Cybersecurity and COVID-19
Businesses are turning to online solutions as they struggle to adapt to the unprecedented disruption caused by COVID-19. Many people are now working from home, and may be new to the technologies they are using to do their jobs. Unfortunately, these changes have created near-perfect conditions for hackers, who are trying to take advantage of our increased reliance on online technologies.
COVID-19-related scams, in particular, have surged. The Washington Post reports that, according to IBM’s X-Force research division, coronavirus email scams have increased by 14,000 percent in just the past two weeks. Such emails often try to get the recipient to divulge sensitive information, such as usernames and passwords. Phony websites claiming to sell PPE and COVID-19 “cures” have proliferated. “Zoombombing” – interrupting zoom calls to spread racist, pornographic, or vulgar content – is becoming commonplace. Fake texts, asking people to click on harmful links, have increased.
Franchise systems may be particularly vulnerable to these kind of cyber-attacks. By their very nature, franchise systems are decentralized. Often, many different people have access to a franchise system’s computers and electronic information, including franchisors, franchisees, their respective employees, suppliers, and other third parties. In the wake of the global pandemic, many more people may now have access to these online systems. This decentralization and increased access poses certain challenges at the best of times. During a crisis, it is even more difficult to ensure compliance with cybersecurity best practices.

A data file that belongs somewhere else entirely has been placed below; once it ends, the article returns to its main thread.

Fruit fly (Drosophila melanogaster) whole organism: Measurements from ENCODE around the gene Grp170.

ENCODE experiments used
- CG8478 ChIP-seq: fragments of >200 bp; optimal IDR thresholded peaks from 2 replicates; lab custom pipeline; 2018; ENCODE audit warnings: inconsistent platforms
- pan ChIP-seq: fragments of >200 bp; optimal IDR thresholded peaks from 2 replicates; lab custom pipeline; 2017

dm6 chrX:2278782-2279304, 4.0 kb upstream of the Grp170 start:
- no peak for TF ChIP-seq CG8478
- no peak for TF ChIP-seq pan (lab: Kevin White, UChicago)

What can you do to keep your franchise systems safe online? Education is your first line of defence. Here are some basic tips that you can circulate to everyone who has access to your online systems:
- Exercise caution in opening attachments/clicking on links – be especially on guard if the link/attachment relates to COVID-19. Be cautious of messages with a sense of urgency to them, or those that include deadlines. If the link or attachment is available from a reputable and recognized website (for instance, the Government of Canada), you may wish to access the article/link directly from the website, rather than through the attachment or link.
- For emails, double check the sender’s information – if an email address looks suspicious, don’t respond and delete it. In particular, scrutinize emails inviting you to join a videoconference or chat. Look for spelling errors in names and websites – these can be a red flag that the invitation is not legitimate. When in doubt, contact the sender via another means, such as by phone or text, to confirm the invitation is actually from them.
- Be wary of texts – particularly those relating to coronavirus or COVID-19, or relating to “your” subscriptions/accounts. We’ve seen suspicious texts claiming to be from the government, major banks, and “Netflix”, among others. Many of these texts are actually phishing scams, trying to get you to click on a harmful link.
- Videoconference best practices – change your videoconference settings so that only the meeting host can share their screen, make calls private, and consider requiring participants to enter a password to join the meeting.
- Family/household members – if you’re sharing a device with anyone, including children, take the time to educate them about good online practices. Device security is only as strong as the weakest link.
Adrienne is a partner with Sotos LLP in Toronto, Canada’s largest franchise law firm. She provides counsel to many franchised businesses. Adrienne can be reached directly at 416-572-7321 or email@example.com.